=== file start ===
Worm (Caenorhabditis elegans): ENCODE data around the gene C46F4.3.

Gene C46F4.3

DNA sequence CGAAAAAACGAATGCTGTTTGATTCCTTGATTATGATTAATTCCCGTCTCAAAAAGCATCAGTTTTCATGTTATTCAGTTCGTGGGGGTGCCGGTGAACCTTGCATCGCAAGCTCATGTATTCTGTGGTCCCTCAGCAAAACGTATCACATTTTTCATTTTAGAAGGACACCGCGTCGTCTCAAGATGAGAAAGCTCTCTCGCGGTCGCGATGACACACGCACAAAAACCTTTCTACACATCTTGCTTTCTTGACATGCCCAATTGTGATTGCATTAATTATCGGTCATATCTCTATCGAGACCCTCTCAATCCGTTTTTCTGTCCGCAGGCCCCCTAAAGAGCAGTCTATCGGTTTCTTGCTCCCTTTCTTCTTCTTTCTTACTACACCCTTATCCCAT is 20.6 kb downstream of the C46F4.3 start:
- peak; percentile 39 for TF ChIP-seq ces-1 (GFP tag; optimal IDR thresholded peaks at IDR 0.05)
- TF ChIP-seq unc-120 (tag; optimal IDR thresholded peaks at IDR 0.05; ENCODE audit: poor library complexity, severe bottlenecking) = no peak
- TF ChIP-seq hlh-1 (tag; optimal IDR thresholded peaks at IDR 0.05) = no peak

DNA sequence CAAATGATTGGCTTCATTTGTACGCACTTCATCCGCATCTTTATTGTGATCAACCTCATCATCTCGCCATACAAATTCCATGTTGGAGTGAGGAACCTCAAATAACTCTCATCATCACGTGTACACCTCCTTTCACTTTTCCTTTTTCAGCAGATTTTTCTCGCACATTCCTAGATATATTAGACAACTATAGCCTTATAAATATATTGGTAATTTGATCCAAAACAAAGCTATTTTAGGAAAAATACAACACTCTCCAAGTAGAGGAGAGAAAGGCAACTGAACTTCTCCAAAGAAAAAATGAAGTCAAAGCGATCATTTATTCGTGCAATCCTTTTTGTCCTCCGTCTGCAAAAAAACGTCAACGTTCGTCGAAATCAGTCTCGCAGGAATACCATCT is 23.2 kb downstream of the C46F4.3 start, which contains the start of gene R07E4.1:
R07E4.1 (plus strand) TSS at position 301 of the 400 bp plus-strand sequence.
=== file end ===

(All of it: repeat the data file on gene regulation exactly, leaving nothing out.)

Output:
Worm (Caenorhabditis elegans): ENCODE data around the gene C46F4.3.

Gene C46F4.3

DNA sequence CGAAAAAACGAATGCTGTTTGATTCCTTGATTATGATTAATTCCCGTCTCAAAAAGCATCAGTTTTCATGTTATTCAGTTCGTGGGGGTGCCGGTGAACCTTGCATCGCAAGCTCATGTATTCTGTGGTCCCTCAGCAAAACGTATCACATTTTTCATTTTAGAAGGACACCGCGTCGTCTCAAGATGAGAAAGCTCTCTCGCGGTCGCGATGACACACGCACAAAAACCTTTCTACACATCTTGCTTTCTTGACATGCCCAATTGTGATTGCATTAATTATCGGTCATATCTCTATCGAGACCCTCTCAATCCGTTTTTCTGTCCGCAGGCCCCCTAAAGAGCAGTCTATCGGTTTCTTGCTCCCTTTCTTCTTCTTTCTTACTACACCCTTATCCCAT is 20.6 kb downstream of the C46F4.3 start:
- peak; percentile 39 for TF ChIP-seq ces-1 (GFP tag; optimal IDR thresholded peaks at IDR 0.05)
- TF ChIP-seq unc-120 (tag; optimal IDR thresholded peaks at IDR 0.05; ENCODE audit: poor library complexity, severe bottlenecking) = no peak
- TF ChIP-seq hlh-1 (tag; optimal IDR thresholded peaks at IDR 0.05) = no peak

DNA sequence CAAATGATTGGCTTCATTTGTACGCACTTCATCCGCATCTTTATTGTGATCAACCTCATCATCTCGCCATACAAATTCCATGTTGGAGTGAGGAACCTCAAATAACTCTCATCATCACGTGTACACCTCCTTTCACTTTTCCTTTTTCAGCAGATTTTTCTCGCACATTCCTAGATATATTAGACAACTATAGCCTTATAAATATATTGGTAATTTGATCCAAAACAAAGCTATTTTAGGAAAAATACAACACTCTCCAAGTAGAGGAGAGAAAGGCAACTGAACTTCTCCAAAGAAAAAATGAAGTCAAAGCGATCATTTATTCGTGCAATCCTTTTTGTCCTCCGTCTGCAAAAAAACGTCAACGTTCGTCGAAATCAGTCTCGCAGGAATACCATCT is 23.2 kb downstream of the C46F4.3 start, which contains the start of gene R07E4.1:
R07E4.1 (plus strand) TSS at position 301 of the 400 bp plus-strand sequence.